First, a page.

Office for National Statistics data released earlier this year purported to show that British households were in the midst of the most significant squeeze on living standards since the 1970s.
The central argument presented for this worrying demise in expendable income was a data extrapolation that apparently showed a drop in the percentage of household savings being set aside as savings to 1.7%. This was set against a savings ratio of 3.3% over Q4 of 2016 and 6.4% over Q1 of 2014.
Since that healthy 2014 savings ratio, ONS data has shown six consecutive quarters of decline in the savings ratio of households. Headlines across the media suggested that the consumer-spending driven economic growth that has kept the UK economy unexpectedly buoyant since the shock Brexit referendum result had been fuelled by credit.
A drastic drop in savings and spending on credit was a ticking time bomb sitting beneath the country’s economy, ready to blow in the relatively near future, was the most common interpretation of the data.
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Savings Ratio Affected by Company Pension Schemes
However, insurer Royal London recently questioned the validity of the conclusions drawn.
The financial institution highlighted several factors it believes have distorted the headline 1.7% figure and raised doubts over the methodology the ONS employed to reach it.
The author of Royal London’s paper that challenges a real decline in savings, or at least such a major one, is Steve Webb, the insurer’s director of policy. Webb explained that recent falls in the UK’s household savings ratio can be almost fully accounted for by a drop in the value of funds in company pension schemes.
Accrued pension entitlements are calculated in the savings ratio figure and over the past few years companies have dropped the pace of how quickly they have been trying to plug pension scheme deficits.
Returns on the investments held by pension funds has also tailed off as the financial markets boom of the recovery from the ‘08/’09 financial crisis slowed down and more money has been paid out of schemes as people retire.
The result of this has been a drop in the value of funds held in pension schemes which, because of the methodology employed in the ONS calculation has fed through to a declining savings ratio figure.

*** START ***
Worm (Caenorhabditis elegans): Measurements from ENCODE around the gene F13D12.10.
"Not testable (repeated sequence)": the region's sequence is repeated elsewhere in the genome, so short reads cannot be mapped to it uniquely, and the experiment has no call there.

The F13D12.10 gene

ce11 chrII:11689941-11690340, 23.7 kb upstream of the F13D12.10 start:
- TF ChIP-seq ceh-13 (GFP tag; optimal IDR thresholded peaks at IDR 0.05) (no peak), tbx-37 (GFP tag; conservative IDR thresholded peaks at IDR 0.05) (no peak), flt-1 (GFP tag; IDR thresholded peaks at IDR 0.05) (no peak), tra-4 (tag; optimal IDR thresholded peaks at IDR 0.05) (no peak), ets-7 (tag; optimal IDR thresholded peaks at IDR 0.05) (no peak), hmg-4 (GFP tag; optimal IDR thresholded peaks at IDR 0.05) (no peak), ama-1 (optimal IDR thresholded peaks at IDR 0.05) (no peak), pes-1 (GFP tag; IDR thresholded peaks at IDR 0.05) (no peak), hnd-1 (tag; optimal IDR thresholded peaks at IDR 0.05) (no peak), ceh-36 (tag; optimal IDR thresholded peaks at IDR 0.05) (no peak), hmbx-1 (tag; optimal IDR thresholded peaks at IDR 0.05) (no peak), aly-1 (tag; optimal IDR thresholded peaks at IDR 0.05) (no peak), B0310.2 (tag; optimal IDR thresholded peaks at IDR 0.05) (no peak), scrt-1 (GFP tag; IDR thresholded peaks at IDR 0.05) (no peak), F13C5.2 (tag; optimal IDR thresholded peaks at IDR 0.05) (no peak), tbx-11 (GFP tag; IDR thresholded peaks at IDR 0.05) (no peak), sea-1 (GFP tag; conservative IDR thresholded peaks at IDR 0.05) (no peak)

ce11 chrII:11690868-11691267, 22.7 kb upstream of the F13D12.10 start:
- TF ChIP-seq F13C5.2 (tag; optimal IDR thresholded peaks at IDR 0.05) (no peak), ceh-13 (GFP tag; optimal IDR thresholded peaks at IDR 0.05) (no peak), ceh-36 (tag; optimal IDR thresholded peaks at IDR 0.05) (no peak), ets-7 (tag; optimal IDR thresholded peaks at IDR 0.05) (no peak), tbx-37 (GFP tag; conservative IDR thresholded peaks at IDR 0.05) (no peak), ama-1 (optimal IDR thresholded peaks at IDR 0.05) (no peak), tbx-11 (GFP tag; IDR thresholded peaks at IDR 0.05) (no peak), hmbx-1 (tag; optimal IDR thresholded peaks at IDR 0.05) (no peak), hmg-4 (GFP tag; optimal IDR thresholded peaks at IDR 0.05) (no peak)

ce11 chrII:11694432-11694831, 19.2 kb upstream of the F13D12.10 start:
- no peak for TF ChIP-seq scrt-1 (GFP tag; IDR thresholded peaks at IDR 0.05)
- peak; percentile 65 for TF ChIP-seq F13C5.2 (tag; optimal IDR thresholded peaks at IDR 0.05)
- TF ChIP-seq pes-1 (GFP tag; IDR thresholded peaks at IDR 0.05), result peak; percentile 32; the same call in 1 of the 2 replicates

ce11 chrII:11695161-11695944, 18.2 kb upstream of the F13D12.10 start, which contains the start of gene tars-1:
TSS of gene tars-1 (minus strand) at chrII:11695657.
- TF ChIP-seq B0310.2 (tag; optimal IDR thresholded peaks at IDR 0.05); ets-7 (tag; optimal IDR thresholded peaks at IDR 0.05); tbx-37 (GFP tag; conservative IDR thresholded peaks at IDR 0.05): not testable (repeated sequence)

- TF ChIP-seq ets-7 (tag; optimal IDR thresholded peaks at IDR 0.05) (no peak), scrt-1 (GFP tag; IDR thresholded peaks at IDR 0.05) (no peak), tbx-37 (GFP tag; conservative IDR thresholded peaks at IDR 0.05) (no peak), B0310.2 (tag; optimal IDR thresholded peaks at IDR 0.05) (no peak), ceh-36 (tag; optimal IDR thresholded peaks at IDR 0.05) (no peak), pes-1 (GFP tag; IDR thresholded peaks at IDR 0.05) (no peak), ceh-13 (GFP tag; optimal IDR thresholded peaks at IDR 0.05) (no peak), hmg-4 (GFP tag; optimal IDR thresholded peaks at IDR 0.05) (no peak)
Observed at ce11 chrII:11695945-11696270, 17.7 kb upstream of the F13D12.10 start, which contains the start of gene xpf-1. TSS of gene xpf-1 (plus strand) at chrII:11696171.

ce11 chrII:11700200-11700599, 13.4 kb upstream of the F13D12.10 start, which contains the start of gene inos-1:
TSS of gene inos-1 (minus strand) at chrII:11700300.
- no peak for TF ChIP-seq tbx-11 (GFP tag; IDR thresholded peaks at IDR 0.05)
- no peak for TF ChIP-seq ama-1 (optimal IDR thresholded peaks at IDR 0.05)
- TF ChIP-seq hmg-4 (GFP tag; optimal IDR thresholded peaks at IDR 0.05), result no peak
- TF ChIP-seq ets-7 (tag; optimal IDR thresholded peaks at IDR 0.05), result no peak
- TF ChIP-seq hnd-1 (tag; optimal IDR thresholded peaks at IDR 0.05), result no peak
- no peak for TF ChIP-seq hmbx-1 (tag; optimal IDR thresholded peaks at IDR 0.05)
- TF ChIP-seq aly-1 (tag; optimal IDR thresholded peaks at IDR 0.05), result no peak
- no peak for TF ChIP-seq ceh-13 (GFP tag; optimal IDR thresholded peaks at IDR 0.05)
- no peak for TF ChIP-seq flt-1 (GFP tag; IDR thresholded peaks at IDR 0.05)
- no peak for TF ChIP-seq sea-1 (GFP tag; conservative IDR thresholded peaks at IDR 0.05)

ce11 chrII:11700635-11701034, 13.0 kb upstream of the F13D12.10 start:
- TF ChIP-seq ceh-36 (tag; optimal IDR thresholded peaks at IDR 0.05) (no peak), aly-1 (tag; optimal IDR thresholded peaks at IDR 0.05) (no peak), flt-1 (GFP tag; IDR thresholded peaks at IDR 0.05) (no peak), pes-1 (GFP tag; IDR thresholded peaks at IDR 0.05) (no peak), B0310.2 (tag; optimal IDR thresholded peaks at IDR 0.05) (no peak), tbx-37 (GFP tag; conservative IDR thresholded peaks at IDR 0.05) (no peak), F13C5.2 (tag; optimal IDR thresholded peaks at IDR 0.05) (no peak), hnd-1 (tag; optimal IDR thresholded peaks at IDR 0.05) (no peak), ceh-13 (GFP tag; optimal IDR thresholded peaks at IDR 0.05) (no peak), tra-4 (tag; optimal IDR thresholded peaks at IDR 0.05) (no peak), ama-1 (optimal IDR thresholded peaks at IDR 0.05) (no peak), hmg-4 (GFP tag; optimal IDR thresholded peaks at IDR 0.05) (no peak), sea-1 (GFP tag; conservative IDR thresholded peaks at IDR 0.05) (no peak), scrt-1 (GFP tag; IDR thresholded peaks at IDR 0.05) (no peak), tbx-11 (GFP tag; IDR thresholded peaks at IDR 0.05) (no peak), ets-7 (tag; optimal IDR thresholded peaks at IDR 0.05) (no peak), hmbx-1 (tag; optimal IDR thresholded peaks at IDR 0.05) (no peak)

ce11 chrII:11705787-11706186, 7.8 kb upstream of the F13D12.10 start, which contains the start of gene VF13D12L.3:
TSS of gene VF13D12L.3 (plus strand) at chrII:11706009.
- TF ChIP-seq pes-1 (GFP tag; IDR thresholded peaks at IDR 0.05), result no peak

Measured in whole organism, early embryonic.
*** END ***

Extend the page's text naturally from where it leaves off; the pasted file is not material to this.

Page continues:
Webb referred to the accounting adjustment based on the declining value of company pension schemes as ‘very odd’.
Depending upon company contributions, fluctuating fortunes of investments and payouts, total company pension schemes value can vary hugely month to month. Due to the way it is calculated, this makes a big impact on the household savings ratio reading.
Additionally, Webb questioned why the ONS data does not include ‘unfunded’ government pension schemes such as those of the NHS, teachers, civil servants and the military.
The government has increased contributions into these schemes since 2014 and Webb believes it’s quite possible if those had been included “it seems quite possible that total saving…would actually have gone up had account been taken..”
While direct accusation was carefully avoided, the inferred conclusion seems to be that perhaps the government has excluded unfunded state pension schemes from statistics in order to keep the huge shortfalls they have out of sight and mind.
Early Dividends to Sidestep Increased Tax
The other factor highlighted by the Royal London paper was that due to the increase in dividend taxation brought in from April 2016, many business owners paid out dividends early, the self-assessment income tax on which was due being paid in January of this year.
This meant large lump-sum income tax payments being made in Q1 and a drop in savings over the same period.
However, this suggests, Royal London posits, careful budgeting and not irresponsible spending.
The conclusion drawn by Royal London’s Webb is that a closer look ‘under the bonnet’ of UK household savings would avoid the ‘misleading narrative’ developed from the earlier ONS figures.
So hopefully things are not as bad as it seemed.
Royal London did, however, caution that while the aggregate savings ratio of UK households seems to be in relatively good health despite the ONS data, there are still many households who need to raise their game if they wish to ensure a more secure financial future.